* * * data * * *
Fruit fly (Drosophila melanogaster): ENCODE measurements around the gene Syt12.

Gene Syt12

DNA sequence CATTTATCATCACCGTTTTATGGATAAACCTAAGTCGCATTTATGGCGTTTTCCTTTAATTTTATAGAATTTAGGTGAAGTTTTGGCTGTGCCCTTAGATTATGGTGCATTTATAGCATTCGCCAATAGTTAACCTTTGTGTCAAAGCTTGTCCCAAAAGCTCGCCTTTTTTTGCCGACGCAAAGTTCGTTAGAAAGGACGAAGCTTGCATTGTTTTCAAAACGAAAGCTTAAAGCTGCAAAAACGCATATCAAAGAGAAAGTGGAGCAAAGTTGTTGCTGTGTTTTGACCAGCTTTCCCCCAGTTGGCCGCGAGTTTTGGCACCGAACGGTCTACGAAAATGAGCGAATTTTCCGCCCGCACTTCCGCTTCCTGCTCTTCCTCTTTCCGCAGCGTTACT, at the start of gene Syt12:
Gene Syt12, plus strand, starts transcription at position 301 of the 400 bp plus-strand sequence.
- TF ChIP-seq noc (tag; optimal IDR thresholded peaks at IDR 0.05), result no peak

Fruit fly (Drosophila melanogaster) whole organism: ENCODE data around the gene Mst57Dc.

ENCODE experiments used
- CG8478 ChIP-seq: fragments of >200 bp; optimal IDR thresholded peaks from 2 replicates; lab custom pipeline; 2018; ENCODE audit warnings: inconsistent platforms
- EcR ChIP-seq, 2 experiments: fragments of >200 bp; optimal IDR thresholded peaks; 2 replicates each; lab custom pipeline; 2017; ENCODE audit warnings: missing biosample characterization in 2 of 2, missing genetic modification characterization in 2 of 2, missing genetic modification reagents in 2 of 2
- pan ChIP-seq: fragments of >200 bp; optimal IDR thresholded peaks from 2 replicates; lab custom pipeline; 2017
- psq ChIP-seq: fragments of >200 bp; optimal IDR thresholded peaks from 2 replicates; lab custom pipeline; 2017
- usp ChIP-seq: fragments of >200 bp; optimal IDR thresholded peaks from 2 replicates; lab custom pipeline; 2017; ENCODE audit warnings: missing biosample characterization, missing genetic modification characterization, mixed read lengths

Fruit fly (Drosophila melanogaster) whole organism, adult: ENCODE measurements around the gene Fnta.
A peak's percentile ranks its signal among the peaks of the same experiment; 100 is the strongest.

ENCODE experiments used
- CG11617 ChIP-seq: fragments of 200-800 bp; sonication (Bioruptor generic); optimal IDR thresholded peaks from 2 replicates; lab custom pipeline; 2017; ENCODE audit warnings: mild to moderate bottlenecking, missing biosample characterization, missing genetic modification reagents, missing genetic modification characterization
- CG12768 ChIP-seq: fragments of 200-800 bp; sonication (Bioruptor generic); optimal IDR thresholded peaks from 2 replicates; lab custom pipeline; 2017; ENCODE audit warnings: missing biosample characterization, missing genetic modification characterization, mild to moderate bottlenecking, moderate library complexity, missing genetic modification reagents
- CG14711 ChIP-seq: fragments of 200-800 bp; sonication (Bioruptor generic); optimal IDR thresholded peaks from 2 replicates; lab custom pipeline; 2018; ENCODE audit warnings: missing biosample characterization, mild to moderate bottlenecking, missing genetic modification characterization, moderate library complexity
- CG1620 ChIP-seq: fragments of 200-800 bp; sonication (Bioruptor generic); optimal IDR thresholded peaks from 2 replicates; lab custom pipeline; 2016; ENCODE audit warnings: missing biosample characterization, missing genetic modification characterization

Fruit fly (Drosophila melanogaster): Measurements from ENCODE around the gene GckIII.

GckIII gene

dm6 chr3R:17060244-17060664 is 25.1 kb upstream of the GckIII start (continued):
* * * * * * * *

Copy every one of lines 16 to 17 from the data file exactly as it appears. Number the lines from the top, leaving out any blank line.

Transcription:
- CG11617 ChIP-seq: fragments of 200-800 bp; sonication (Bioruptor generic); optimal IDR thresholded peaks from 2 replicates; lab custom pipeline; 2017; ENCODE audit warnings: mild to moderate bottlenecking, missing biosample characterization, missing genetic modification reagents, missing genetic modification characterization
- CG12768 ChIP-seq: fragments of 200-800 bp; sonication (Bioruptor generic); optimal IDR thresholded peaks from 2 replicates; lab custom pipeline; 2017; ENCODE audit warnings: missing biosample characterization, missing genetic modification characterization, mild to moderate bottlenecking, moderate library complexity, missing genetic modification reagents